Don’t tamper with the credibility of Electronic Voting Machines
The Election Commission of India is duty bound and has always gone the extra mile to clear all misgivings about the EVM. Political parties should not level casual accusations against this remarkable achievementanalysis Updated: Apr 30, 2017 09:01 IST
The Electronic Voting Machine (EVM) has a long and often chequered history in India. It was in 1977 that the government asked the Electronics Corporation of India (ECIL) to develop this machine. Later, Bharat Electronics Limited (BEL) was also involved in this effort. About 750 million rupees worth of machines were manufactured to this design but no serious effort was made to introduce Indian voters to this. An effort was made in Kerala in 1982 in a few polling booths, but this was blocked by legal challenges. Another small effort was made in Sikkim, but that too faded away.
The CAG criticised the Election Commission for this waste of money, but I thought such criticism was not acceptable. We examined the problem and decided to go ahead with EVMs in select constituencies in Rajasthan, Madhya Pradesh and Delhi. A Union minister advised against the use of EVMs in villages as illiterate people would not be able to use them. People living in cities have such prejudices about rural folk. Nevertheless, we used EVMs in that historic 1997 election in these three states. It was a great success.
Political parties suddenly began to see the miracle of this little machine in a country with poor literacy in large parts. With the EVMs no ballot boxes were to be stolen, no ink poured into the boxes, no spoilt votes, nor were there attempts to change the boxes. Thanks to the EVMs, the results were known by noon on counting day. This was the miracle of this new technology. When ballot papers were used, often the results were contested.
The use of EVMs was rapidly expanded covering the whole state and subsequently polls in many states were held on a single day.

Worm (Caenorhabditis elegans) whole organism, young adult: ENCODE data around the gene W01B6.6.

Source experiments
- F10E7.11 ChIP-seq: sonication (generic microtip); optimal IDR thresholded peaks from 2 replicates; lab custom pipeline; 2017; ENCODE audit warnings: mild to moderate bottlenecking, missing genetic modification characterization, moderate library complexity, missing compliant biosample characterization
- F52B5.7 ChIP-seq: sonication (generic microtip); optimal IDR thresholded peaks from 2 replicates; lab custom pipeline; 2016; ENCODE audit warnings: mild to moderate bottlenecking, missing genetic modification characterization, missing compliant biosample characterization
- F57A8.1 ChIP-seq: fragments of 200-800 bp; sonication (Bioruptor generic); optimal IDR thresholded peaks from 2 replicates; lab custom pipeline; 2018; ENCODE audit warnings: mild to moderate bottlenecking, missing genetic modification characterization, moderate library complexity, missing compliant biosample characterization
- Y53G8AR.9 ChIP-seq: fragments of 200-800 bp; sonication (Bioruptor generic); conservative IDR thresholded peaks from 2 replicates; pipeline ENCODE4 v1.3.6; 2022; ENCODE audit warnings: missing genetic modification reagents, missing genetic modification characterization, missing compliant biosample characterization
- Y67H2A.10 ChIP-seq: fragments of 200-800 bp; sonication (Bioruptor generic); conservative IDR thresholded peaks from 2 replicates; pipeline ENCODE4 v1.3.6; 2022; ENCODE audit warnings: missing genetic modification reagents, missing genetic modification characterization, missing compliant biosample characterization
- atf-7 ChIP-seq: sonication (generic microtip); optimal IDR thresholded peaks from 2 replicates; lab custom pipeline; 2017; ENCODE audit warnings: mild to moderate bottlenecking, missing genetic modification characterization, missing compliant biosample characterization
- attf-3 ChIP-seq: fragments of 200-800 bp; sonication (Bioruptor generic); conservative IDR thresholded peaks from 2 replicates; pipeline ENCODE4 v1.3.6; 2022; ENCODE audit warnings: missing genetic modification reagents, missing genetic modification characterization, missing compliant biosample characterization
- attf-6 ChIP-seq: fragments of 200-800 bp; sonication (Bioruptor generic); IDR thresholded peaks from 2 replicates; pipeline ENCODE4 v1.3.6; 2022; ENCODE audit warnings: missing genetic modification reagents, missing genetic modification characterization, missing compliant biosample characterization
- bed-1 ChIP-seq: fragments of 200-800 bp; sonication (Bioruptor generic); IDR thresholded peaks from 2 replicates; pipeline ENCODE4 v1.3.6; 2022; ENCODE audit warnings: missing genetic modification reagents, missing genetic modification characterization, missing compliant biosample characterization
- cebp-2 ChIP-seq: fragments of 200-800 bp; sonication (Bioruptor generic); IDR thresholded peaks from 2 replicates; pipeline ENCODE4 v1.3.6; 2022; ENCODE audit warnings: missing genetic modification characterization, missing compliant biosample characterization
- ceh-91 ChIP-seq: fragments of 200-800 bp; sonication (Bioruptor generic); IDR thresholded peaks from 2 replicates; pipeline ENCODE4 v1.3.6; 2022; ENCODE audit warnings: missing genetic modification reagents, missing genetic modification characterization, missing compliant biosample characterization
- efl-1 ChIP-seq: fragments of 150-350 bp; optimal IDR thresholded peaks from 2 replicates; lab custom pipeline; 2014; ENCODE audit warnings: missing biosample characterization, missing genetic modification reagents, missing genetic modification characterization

It is natural for parties that have lost the election to cast doubts and challenge the results. Before introducing the EVMs, I held meetings with all the 52 recognised political parties, accepting their suggestions and ideas. Some wanted EVMs in their constituencies. I was happy to oblige. But, when these worthies lost, they complained.
The complaints were on two counts. First was that the technology could be tampered with. The CMDs and engineers of the ECIL and BEL were invited to clear the doubts of the complainants. The second invariably was a legal challenge. The late J Jayalalithaa challenged the ECI at the Madras High Court. After a long and full hearing the challenge was dismissed. For the past two decades the EVMs have been successfully used across India and while many continue to challenge its use, all have lost their arguments against the EVMs. The courts have gone to great lengths to ensure that the Indian voter is not cheated by the EVMs.
The system has settled down and has become the envy of the world. As CEC, I was shown a Canadian machine, but it was not only too expensive but also too complicated to use. The Indian machine is inexpensive, simple to use and robust. It has never failed us and the world knows it, as they watch our elections closely.
India has more than 800 million voters and more than 1.2 million EVMs are used for our elections. The world admires India for this achievement. When United States President Bill Clinton came to Delhi, at a dinner at the Rashtrapati Bhavan, he pointed at me sitting across the table and said that they envied the EC’s success.
To all critics of the EVM I would say: Don’t knock this perfect little Indian robot. When you win, the machine seems fine. It is attacked when you lose.
In these two decades since it was first used, we have held many elections, and while parties have won and lost, the habit of casting a doubt on the reliability of the EVMs had almost disappeared until the current controversy. In the Uttar Pradesh elections of 2007 and 2012, different parties won handsomely. In Delhi, the ruling party won a massive majority two years ago. No one raised any questions then.
I am surprised at the current broad and vague accusations. I think accusations against this remarkable national improvement in conducting elections should not be casually and lightly made.
The ECI cannot exist without the confidence of its 800 million voters. In August 2009, the EC had carried out a week long examination of all complaints. Today too if any credible doubts are brought to the EC, it will examine them, and furnish answers. This has always being the policy and practice of the EC.
MS Gill is former chief election commissioner
The views expressed are personal